Who would have thought it? Leinster start their Guinness Pro 14 campaign by leaving out some of their best Irish players? Well, Robin Davey, for one, who argues that the league is compromised even if it does look after its Test players far better than its rival across the border.
The new rugby season is barely a week old yet already the Guinness Pro 14 is under attack – especially from the other side of Offa’s Dyke.
The debate was provoked after Leinster – on the very first day of the season – decided to field an almost completely reserve side against Cardiff Blues, including just two of their Champions Cup winning team.
Once again it exposed the fallacy of naming the Pro 14 the best league in world rugby.
The most diverse? Yes, we’ll give them that, for sure, because it takes in five countries from two hemispheres. But, the best? Hardly.
One issue is the lack of relegation. It has to be structured in that way since what team in Wales could win promotion when there are just four fully professional outfits?
Effectively, no relegation means a team can go in with any XV they care to choose. They could lose every match, safe in the knowledge there is no jeopardy.
The Irish, in particular are renowned for this – not for losing every match – but for mixing and matching their line-ups, instead of playing their strongest team.
Inevitably, it skews the league. One team may lose to a strong Munster side. Another team may narrowly beat them if the men in red are less than full strength.
Leinster and Munster frequently leave out their best players for Pro 14 games and reserve them either for derby fixtures or Europe – or both.
Consequently, there is the ridiculous example of Leinster’s Johnny Sexton having started just nine Pro 14 matches in the past two years.
Leinster were, in fact, justified in fielding such a below strength side against the Blues because they still won, albeit by a single point.
That was quite an achievement in an away fixture without so many regulars, but is underlines how strong their squad really is.
It also says a lot about the relative strength of Welsh regions when the Irish can come here, resting star players, yet still triumph.
But though there was a healthy 9,000+ crowd at Cardiff Arms Park, such a fixture still deprives fans the opportunity of seeing some world stars – and at that rate crowds will never reach the numbers which are constantly achieved the other side of the Severn Bridge.
Take the English Gallagher Premiership opener, for example, when newly promoted Bristol – with a new-look team and a new home ground at rebuilt Ashton Gate – attracted a huge crowd for a domestic game of over 26,000 for their derby against Bath. And they won, so it will be more of the same next time.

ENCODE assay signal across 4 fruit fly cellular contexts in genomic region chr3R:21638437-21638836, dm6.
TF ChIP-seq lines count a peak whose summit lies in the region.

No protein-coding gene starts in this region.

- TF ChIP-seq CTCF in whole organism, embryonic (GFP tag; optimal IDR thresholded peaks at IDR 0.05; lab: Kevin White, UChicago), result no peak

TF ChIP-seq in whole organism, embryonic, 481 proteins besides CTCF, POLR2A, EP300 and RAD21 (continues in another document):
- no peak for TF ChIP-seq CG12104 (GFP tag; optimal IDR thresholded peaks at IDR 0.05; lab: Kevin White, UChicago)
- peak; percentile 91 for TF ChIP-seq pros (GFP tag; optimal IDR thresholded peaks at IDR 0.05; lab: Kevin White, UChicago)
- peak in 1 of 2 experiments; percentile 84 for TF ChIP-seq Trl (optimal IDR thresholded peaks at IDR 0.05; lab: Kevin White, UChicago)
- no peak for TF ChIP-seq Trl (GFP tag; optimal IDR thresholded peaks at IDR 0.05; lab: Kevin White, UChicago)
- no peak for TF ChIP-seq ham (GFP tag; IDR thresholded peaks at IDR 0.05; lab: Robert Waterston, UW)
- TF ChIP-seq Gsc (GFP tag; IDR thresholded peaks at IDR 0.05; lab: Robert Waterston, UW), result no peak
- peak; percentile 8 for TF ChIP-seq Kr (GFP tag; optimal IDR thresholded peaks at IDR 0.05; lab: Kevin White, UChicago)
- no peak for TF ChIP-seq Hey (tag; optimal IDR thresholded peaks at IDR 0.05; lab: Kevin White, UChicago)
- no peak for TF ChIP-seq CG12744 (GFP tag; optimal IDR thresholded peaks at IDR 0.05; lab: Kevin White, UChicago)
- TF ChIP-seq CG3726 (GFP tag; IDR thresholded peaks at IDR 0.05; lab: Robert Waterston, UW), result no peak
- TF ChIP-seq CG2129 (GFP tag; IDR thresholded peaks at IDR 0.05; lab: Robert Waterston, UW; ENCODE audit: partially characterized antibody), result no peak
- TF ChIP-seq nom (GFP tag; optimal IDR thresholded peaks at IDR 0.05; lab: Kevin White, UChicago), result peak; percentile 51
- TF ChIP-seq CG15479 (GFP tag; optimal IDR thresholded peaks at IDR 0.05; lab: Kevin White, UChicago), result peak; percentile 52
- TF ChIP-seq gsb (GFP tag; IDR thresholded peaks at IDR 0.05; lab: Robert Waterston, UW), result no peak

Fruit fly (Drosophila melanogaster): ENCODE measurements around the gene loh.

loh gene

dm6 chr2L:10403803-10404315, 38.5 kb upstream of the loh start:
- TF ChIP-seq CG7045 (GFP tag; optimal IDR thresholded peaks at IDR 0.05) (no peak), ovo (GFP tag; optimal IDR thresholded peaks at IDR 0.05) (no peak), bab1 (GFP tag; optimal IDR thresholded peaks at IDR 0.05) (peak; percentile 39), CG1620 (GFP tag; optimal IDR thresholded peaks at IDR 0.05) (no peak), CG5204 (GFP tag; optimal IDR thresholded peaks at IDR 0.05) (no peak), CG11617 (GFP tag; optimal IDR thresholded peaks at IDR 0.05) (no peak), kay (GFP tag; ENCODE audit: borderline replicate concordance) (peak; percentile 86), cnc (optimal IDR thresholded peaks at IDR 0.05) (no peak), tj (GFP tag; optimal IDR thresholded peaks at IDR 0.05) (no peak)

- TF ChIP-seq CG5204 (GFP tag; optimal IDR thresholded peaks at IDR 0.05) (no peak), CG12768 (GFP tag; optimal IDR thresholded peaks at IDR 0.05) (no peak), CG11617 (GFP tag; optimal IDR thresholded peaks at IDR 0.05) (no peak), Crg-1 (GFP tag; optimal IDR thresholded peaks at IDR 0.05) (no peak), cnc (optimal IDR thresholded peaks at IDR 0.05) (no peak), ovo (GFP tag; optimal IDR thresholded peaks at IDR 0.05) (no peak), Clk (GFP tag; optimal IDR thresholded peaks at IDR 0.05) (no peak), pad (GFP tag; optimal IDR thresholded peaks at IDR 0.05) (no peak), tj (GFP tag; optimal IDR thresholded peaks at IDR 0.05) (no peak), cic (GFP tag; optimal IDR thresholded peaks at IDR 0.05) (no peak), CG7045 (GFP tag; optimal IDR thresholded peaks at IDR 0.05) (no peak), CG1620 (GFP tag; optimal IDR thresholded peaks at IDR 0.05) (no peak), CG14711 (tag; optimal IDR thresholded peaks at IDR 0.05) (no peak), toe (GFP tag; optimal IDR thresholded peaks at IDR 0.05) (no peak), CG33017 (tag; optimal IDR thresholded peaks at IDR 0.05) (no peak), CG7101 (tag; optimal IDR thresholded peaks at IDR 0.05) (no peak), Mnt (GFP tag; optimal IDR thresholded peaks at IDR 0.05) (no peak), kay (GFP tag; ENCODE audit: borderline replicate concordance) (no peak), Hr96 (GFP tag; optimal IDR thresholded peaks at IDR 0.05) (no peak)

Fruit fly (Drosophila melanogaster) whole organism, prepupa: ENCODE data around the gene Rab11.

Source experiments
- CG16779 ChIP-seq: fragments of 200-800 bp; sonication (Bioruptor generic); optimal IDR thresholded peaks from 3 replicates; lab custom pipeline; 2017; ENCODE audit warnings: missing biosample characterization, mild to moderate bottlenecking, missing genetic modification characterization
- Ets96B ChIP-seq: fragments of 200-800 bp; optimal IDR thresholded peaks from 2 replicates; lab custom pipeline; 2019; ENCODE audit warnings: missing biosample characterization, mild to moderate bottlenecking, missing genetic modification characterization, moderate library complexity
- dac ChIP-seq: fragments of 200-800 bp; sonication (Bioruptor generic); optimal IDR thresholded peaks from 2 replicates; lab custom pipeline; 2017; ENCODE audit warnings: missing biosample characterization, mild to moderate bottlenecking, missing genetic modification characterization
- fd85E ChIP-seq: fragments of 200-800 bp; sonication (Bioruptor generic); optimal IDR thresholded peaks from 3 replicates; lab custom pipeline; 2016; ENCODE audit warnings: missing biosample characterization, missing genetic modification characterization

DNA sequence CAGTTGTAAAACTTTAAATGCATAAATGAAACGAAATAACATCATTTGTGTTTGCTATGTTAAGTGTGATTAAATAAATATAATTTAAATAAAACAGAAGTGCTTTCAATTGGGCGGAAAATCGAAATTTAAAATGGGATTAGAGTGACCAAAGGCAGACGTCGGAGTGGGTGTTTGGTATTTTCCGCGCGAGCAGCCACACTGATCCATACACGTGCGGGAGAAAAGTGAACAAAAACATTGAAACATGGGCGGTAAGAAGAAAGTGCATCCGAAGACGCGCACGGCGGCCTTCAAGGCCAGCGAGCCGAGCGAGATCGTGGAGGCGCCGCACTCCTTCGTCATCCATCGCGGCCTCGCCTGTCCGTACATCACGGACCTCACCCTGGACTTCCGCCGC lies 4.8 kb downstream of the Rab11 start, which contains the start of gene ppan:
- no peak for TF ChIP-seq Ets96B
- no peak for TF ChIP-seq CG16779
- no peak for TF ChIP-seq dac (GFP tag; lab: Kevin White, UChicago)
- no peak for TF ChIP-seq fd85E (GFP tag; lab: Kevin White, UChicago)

Looking at the other English Premiership matches they were all played in front of big crowds and they were almost without exception played at a high intensity.
Kingsholm was a prime example for fans where they could watch full tilt Gloucester win their opener against full strength Northampton – the result and that supreme pass by Danny Cipriani sure to bring them back eager for more.
No reserve line-ups here, no leading players rested. Why? Because there is always the threat of relegation and the dreaded drop which no-one wants.
Hence there’s always a real edge to their games.
That’s one side of the coin, but there is another.
We’re only one match in, but all those players in the Premiership will be expected to turn out week after week – injuries aside – though some, no doubt, still play despite carrying some kind of niggle.
It means by the time of the Six Nations or the later stages of European competition, they will pretty much be worn out.
That can’t be good for the national cause and it can’t be good for their team’s chances in Europe, either, which is one reason why the Irish sides, with less demands on their players, and Leinster, in particular, fare so well.
England were awful in the Six Nations last year, partly because of a crippling injury list which deprived coach Eddie Jones of a number of players and partly because leading ones were overplayed and therefore tired in a sport which is becoming more and more physical.
Wales, on the other hand, and Ireland more often than not, thrive on the international front partly because their respective unions decide which players can turn out and which are told to rest.
You can’t have it all ways. You can’t have the proverbial penny and the bun.
Either rest leading players – with the undermining of integrity for the competition – knowing they can still perform at the tail end of the season – or play them in virtually every game.
The second option will pack grounds out, but risks the players arriving at a critical stage of the campaign pretty much burnt out.
Two very different leagues and two very different agendas.